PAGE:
Week one? Check!

Week one? Check!


Last week was the first full week of my new internship and all I can say right now is how grateful I am to have been placed in such a perfect organization. The office staff was so welcoming and the environment in which we work would please anyone. This is definitely going to be the best summer ever.


To reiterate, I am a "Clinical Public Health Intern" in the office of Office of Clinical Public Health in the Office of Public Health in the Veterans Health Administration of the United States Department of Veterans Affairs. Wow. Yeah, that’s been my biggest struggle. The organizational charts at this place are works of art! Soon, I’ll know who works where and who’s who’s supervisor. But for now, I just need to remember where my cubical is.


Because we don’t learn anything about the Department of Veterans Affairs in school, I spent the first week getting to know this organization. I will say, that when I was offered the internship I was timid (unlike me) because of the politics and ethics that are attached to war. After all, I'm working for veterans now. But after this week, I've come to learn not to be timid and rather excited to do what I love, help people. I needed to learn that the VA is here to help veterans. They’re not here to deploy soldiers or provide more ammunition. They’re here to make sure life at home is perfect for those that give the ultimate sacrifice..and I like that.


It’s odd coming from (my previous internships) a hospital group where my team was five people large. Then to a county health department where there are four (FOUR!) employees in health promotion/health education. Now, I'm here at this enormous governmental organization and it’s a bit overwhelming at first.  Some interns are working at small offices, art galleries or law offices with few staff members and some interns are working in large offices like the State Department or the Department of Justice. Every intern is different but we all are fortunate to have been given this opportunity, large or small.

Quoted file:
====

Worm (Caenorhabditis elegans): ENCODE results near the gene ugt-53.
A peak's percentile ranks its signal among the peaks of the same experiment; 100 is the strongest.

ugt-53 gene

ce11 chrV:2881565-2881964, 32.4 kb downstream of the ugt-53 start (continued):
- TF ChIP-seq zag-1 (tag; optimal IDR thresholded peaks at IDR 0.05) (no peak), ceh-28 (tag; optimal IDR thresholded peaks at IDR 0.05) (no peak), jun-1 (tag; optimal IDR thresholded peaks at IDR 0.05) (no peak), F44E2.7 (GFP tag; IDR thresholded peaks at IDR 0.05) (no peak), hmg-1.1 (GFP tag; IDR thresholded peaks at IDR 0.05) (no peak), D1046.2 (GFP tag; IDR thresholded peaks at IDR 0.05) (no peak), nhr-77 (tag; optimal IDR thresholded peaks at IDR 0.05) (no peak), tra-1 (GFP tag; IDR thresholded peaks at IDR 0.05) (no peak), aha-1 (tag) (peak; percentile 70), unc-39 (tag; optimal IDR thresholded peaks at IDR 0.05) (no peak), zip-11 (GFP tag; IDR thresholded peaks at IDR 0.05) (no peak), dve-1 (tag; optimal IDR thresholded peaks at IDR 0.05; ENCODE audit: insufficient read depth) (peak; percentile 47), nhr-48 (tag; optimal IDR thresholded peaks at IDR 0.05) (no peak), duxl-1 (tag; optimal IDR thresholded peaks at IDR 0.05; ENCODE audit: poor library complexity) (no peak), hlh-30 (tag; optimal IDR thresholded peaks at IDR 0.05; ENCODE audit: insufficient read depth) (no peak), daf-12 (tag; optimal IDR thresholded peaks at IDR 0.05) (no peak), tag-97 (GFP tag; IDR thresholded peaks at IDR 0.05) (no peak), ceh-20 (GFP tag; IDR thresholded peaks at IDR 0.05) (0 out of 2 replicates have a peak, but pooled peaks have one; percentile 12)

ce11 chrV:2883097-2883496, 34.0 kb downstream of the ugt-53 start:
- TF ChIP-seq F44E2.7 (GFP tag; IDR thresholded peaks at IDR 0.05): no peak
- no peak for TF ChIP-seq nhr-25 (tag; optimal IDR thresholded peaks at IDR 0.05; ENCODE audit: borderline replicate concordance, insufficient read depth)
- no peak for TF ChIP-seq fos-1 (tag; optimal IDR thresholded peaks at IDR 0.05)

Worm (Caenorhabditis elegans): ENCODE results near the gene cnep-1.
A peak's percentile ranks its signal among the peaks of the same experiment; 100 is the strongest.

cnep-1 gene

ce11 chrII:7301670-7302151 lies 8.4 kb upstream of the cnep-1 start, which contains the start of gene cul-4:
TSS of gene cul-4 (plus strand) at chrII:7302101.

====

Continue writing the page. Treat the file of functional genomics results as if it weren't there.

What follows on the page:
The Advice

I do have a few pieces of advice from this first week to keep in mind from here on out. I found this article tweeted by The Washington Center. The title of the bullets are the same, the explanations are my own!


Remember that you’re here to learn: Your supervisor will teach you a lot. Everyone’s teaching style is different and if your supervisor has a tone to their voice that doesn’t match your kindergarten teacher, you’re not doing anything wrong. This is the real deal and it’s time to throw away the rainbows and gummy bears. We are becoming professionals and we have to pay very close attention to those who are here to teach us.

Don’t be annoying: I sometimes think I need to work on this. Simply put, don’t be obnoxious.

Act Professional: Easy, right? In a world constantly connected to Twitter and Facebook it’s hard to put down our HTC EVO 4G LTEs (just saying). Most of the time, we are working with more experienced people in our office who aren’t used to and simply don’t care for social media and cell phones. Just save it for lunch.


A couple of my personal points:

Do your work. A task is given to you, do it. I’ve been in a lot of positions in my life (I sound old) and the number one thing I have learned is do your work efficiently and to the best of your ability. You supervisor will help you make it perfect

Don’t excessively apologize. I learned the hard way but I'm glad I did. Saying “sorry” excessively, really brings down your professionalism and credibility. You’ll know when you have to apologize.

Bring your lunch. This place is too expensive to be eating out every day. But the food is so good…


Throughout the summer I will be working on infection, hand hygiene, women’s health and influenza programming with our nation’s largest healthcare system. Honestly, how much better can it get. I cannot wait to put this one on my resume. Here’s a shout-out to my awesome supervisor, Troy! Excited to see where the summer takes us.


Until next time…and happy 21st birthday to me!!


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